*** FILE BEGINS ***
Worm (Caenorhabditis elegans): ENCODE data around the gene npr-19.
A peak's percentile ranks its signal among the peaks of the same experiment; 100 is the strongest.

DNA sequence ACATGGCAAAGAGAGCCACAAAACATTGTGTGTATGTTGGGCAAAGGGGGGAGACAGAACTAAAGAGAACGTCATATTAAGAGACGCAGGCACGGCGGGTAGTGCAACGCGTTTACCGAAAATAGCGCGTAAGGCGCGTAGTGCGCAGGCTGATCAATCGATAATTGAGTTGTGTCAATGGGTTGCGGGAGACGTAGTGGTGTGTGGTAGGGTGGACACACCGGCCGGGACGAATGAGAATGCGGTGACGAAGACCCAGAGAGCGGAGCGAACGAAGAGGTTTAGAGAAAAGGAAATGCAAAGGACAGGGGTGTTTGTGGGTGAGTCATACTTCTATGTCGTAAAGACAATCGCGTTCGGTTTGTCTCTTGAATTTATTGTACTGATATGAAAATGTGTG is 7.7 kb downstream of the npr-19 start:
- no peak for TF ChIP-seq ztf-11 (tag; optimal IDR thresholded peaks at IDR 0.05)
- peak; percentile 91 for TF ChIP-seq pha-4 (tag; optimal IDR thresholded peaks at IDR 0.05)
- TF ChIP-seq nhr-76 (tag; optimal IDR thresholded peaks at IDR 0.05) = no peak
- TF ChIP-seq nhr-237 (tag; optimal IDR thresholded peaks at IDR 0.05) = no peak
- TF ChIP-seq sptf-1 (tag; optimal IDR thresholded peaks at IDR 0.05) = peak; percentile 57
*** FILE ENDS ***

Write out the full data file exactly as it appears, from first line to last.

Worm (Caenorhabditis elegans): ENCODE data around the gene npr-19.
A peak's percentile ranks its signal among the peaks of the same experiment; 100 is the strongest.

DNA sequence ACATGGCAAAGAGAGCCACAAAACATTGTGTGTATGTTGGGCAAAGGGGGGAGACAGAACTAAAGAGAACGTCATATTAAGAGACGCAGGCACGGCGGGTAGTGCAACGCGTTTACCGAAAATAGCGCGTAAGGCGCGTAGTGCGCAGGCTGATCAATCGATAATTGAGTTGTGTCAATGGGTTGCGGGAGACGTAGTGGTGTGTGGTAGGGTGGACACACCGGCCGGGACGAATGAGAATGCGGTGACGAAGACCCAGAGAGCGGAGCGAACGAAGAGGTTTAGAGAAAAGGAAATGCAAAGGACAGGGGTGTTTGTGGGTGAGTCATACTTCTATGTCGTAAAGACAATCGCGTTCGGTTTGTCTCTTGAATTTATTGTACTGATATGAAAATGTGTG is 7.7 kb downstream of the npr-19 start:
- no peak for TF ChIP-seq ztf-11 (tag; optimal IDR thresholded peaks at IDR 0.05)
- peak; percentile 91 for TF ChIP-seq pha-4 (tag; optimal IDR thresholded peaks at IDR 0.05)
- TF ChIP-seq nhr-76 (tag; optimal IDR thresholded peaks at IDR 0.05) = no peak
- TF ChIP-seq nhr-237 (tag; optimal IDR thresholded peaks at IDR 0.05) = no peak
- TF ChIP-seq sptf-1 (tag; optimal IDR thresholded peaks at IDR 0.05) = peak; percentile 57